Huw the Bard takes two months to travel between Ludwellyn and Clythe. In his story, Huw Owyn is walking through fields, woods, and along a several winding rivers for the first half of  his journey. He has to backtrack as frequently as he goes forward in order to sneak around those who would kill him. It’s only safe for him to walk on the main road once he makes it to Maury, weeks after fleeing Ludwellyn.

It is a stretch of road that he could have done in two weeks if he had been able to stay on the main road, and if he hadn’t had to do so much backtracking. But that inability to make progress creates opportunities for tension.

Readers love to see maps in the front of books, but you don’t have to put your there if you don’t like your own handiwork. This map can be only for your purposes, so you will know in a concrete way where every town and village is in relation to your story.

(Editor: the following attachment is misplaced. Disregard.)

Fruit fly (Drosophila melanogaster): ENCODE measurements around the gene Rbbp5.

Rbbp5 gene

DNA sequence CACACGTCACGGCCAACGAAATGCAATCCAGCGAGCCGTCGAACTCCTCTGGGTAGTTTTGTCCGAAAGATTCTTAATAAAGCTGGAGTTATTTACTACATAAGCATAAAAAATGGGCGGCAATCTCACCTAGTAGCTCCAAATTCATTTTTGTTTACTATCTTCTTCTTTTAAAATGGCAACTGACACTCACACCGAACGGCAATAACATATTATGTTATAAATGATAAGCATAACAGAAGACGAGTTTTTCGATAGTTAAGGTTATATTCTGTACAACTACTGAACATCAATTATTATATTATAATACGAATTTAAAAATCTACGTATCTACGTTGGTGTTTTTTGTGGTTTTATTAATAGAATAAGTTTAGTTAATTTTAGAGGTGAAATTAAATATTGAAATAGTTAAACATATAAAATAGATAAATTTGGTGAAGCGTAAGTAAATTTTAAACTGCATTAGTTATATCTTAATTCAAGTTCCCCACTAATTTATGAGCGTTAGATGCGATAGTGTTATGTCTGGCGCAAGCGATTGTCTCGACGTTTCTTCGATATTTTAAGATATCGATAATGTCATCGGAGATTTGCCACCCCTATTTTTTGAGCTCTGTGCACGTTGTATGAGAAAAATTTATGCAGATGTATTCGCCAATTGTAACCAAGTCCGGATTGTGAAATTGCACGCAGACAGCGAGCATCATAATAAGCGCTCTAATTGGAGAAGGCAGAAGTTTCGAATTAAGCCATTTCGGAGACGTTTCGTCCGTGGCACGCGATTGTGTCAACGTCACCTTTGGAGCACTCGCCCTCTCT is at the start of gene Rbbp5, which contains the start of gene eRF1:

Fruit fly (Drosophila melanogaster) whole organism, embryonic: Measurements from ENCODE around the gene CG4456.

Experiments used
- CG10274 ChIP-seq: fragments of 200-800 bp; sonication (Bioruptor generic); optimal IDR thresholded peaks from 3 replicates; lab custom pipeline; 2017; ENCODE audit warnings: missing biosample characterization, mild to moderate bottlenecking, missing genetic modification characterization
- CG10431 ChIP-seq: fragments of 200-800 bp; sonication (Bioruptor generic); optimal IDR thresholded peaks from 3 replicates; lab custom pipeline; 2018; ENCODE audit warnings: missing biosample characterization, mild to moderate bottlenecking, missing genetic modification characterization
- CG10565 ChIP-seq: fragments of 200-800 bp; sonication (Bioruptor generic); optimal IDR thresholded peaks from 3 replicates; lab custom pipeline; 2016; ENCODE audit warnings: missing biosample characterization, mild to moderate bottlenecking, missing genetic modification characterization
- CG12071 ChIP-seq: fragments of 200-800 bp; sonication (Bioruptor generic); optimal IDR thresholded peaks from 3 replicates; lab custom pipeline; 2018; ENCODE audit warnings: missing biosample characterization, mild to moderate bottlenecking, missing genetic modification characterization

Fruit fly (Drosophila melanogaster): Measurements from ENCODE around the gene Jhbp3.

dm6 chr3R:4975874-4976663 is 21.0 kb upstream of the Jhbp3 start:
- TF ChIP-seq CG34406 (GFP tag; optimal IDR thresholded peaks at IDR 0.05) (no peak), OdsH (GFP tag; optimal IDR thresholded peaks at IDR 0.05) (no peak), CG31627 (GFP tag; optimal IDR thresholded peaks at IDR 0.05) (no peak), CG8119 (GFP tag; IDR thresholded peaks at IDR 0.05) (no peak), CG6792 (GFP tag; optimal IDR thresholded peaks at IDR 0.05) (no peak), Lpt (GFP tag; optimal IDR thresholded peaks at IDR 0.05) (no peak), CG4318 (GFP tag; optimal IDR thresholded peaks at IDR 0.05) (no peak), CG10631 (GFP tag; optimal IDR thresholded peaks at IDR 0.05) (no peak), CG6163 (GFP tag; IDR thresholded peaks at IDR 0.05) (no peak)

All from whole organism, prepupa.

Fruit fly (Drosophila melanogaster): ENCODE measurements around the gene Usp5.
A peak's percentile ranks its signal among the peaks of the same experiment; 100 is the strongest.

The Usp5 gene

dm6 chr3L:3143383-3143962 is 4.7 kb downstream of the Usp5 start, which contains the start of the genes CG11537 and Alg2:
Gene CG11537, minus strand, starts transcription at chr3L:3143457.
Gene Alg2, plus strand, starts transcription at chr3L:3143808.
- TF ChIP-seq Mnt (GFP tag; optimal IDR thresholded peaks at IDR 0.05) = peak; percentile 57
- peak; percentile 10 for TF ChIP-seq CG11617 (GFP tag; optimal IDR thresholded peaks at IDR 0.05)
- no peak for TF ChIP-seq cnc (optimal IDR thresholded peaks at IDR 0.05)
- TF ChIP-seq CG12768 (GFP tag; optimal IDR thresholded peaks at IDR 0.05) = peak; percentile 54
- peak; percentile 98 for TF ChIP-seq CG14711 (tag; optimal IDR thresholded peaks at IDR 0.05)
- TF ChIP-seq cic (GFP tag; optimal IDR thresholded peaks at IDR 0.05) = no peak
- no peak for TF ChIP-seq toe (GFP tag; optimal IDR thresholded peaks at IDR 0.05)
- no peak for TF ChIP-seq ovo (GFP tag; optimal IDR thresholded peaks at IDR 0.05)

Fantasy readers like maps. If you choose not to include your map in the finished product, consider hiring an artist to make your map from your notes. Because I am an artist, my pencil-drawn map always evolves into artwork for the book.

Every book, fiction or non-fiction, takes an idea, translates it into words, and dares the reader to believe it. It is our job as authors to take what is intangible and make it seem real to the reader who is experiencing the world and a moment in history through our writing.


Filed under Fantasy, writing

St Albans – stained glass and medieval paint

I have enjoyed this journey through the history and architecture of St. Albans so much! I can’t thank Sue Vincent enough for sharing it with us, through both her camera and her eye for the poetry in things. What I’ve learned from observing her as she experiences this place, is that writers must see the world through the eye of the artist.

Daily Echo

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The very first time Stuart came down to visit, long before we had any idea we were at the beginning of an adventure and even longer before we had even thought about writing together, I had stopped outside the tiny village church of Little Missenden on the way back from the station.